Working at high dilution was the prerequisite for the successful carbene addition of diphenyldiazomethane 1a and its methyl derivative 1b to benzene. Whereas only about 35% of norcaradiene was present in equilibrium in the case of the diphenylcarbene adduct 2a/3a, the presence of the ortho methyl group results in a nearly complete shift of the equilibrium to the side of the norcaradiene 3b (a, R [DOUBLE BOND] H; b, R [DOUBLE BOND] CH3).

    16. C5 Building Blocks for Terpene Syntheses: γ-Acetoxylation of (E)-2-Methyl-2-butenals (pages 285–287)

      Dr. Rolf H. Fischer, Dr. Heinz Krapf and Joachim Paust

      Article first published online: 30 DEC 2003 | DOI: 10.1002/anie.198802851

      Thumbnail image of graphical abstract

      The title compounds 3, R [DOUBLE BOND] H or OAc, are of industrial importance for the preparation of terpenes, e.g., vitamin A. A new and simple route to these compounds is provided by the oxidation of the dienyl acetate 2 with environmentally acceptable oxidizing agents such as oxygen and peracetic acid. Compounds 2 can be prepared by acetylation of the aldehydes 1.

    17. Synthesis and Structure of an Azastibacubane (pages 287–288)

      Dipl.-Chem. Walter Neubert, Dr. Hans Pritzkow and Prof. Dr. Hans P. Latscha

      Article first published online: 30 DEC 2003 | DOI: 10.1002/anie.198802871

      Thumbnail image of graphical abstract

      An unexpectedly simple structure was found for the product of the reaction of antimony pentachloride and methylbis(trimethylsilyl)amine. It contains the first cubane-like framework composed exclusively of antimony and nitrogen atoms.

    18. A Conjugated Bis(tetrathiafulvalene) System with Tetrathia-s-indacene Structure (pages 288–289)

      Dipl.-Chem. Peter Wolf, Dr. Herbert Naarmann and Prof. Dr. Klaus Müllen

      Article first published online: 30 DEC 2003 | DOI: 10.1002/anie.198802881

      Thumbnail image of graphical abstract

      The title compound 1, a new donor for CT complexes, contains two tetrathiafulvalene (TTF) moieties, joined through an annelated benzene ring. Compound 1 is soluble in organic solvents. Initial studies show that, among other things, 1 reacts with dichlorodicyano-p-benzoquinone (DDQ) to form CT complexes containing separated donor and acceptor stacks. The powder electrical conductivity of 1 · DDQ is only 10−8 δ−1 cm−1. This is possibly an indication that the bulky substituents R result in increased separation of the layers compared with TTF · DDQ (R = 3,5-di-tert-butylbenzyloxy).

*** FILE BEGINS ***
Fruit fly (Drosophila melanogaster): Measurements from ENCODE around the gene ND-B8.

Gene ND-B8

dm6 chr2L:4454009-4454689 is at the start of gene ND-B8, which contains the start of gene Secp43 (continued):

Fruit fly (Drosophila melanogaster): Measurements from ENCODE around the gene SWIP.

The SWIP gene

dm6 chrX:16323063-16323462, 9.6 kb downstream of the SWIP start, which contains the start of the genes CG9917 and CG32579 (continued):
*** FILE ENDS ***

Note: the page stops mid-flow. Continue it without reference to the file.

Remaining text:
19. Photochemical Reaction of [(CO)4Co(SiEt3)] with Ethylene: Implications for Cobaltcarbonyl-Catalyzed Hydrosilation of Alkenes (pages 289–291)

      Dr. Friedrich Seitz and Prof. Dr. Mark S. Wrighton

      Article first published online: 30 DEC 2003 | DOI: 10.1002/anie.198802891

      The insertion of a nonactivated alkene into the M[BOND]Si bond of a catalytically active transition-metal complex has been demonstrated for the first time. Furthermore, the formation of CH4 instead of SiMe4 in the reaction of [(CO)4Co[BOND]Me] with Me3SiH is clearly inconsistent with the traditional Chalk–Harrod mechanism for the transition-metal-catalyzed hydrosilation of olefins. Both reactions are key steps in a new proposal for the mechanism of this reaction.

    20. CD Spectroelectrochemistry, a Method for the Characterization of Chiral Electron Transfer Reagents and Chiral Reaction Intermediates (pages 291–293)

      Prof. Dr. Jörg Daub, Dipl.-Chem. Josef Salbeck and Dipl.-Chem. Irmgard Aurbach

      Article first published online: 30 DEC 2003 | DOI: 10.1002/anie.198802911